Inhale. Exhale. Store your tray tables and lock your seat in the upright position.
Relaxation isn’t exactly synonymous with independent solo travel. For an adventurous few, solo travel comes naturally. Then there’s the rest of us.
Planning your first solo travel experience can be panic-inducing: Will I be lonely? What if I get lost? What if my travel plans fail?
Solo travellers ask themselves these questions every day. But fears are often grossly exaggerated. Rarely is loneliness or drifting off-course more than just a hiccup.
You can’t plan everything. You may even plan nothing. Either way, keep your cool and sort out your woes with these 9 zen solo travel planning tips:
Expect the unexpected.
Things won’t always go your way. And the best way to prepare is to prepare to be unprepared.
A senseless anti-tautology perhaps. Dig it.
You don’t climb K2 or Everest on your first ascent. And likewise, if it’s your first solo trip, don’t jump head first into a headache-inducing destination with hassles abound.
Stick to classic backpacking itineraries like Europe or Southeast Asia at first to acquaint yourself the world. Your epic Cape to Cairo journey can wait.
Explore the unexpected.
Travel plans are meant to be broken. Show little mercy. Gently pummelling your itinerary with a unexpected hook will remind it who’s in charge.
Never stop dreaming.
We live in an increasingly connected world. No destination is out of reach.
Want to hiking across the mysterious mountains of Bhutan? Good! Save your money, assemble your resources, and float far away.
Itchy feet? Scratch ‘em. Don’t wait for longer fingernails. Or for your friends to tag along.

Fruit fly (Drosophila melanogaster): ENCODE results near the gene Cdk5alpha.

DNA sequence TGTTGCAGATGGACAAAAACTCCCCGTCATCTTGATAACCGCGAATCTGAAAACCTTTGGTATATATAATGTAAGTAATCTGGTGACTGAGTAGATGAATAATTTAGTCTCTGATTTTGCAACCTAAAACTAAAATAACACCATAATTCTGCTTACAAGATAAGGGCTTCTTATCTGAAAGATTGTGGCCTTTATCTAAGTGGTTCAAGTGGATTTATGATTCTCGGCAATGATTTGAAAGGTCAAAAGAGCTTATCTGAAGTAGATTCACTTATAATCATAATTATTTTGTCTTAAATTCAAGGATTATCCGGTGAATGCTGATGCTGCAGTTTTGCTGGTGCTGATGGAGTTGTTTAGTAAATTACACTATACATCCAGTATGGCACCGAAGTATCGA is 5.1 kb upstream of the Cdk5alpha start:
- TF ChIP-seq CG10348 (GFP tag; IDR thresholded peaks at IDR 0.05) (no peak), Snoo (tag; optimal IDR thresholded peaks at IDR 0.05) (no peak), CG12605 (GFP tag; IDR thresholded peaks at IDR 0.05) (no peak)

The best way to thwart an opportunity to travel is to rely on someone else to make it happen. Just go. You can thank me later.
Love your own company.
Embarking on solo travel means learning to love spending (a lot of) time alone. Embrace it. Life won’t always offer such silence and quiet contemplation.
Don’t get too comfortable with yourself yet. (Unless you want to be the weirdo in the corner chatting your own ear off.)
Solo travel is never solitary travel. Other travellers and locals can provide on-the-ground advice to enrich your experience. Don’t miss out on that opportunity.
Besides face-to-face human interaction is a welcome break from 140-character exchanges. Not only that, you need it. Unless you are the most introverted of introverts, conversing with others for more than 3 seconds at a time keeps you grounded. And sane.
Don’t weigh yourself down.
The number one mistake on new solo travellers? Easy: Overpacking.
Don’t stuff your travel backpack with clothing, footwear, toiletries or accessories that you won’t need. Apply minimalist packing techniques to drop your solo travel stress to a minimum.
Stay in touch.
Don’t discount your loved ones and friends just because you’re living twelve hours in the future. Keep them updated.
I’ve yet to meet a mother, father, brother, sister or best friend who wouldn’t welcome a phone call at any time of day.
(Just don’t do it drunk.)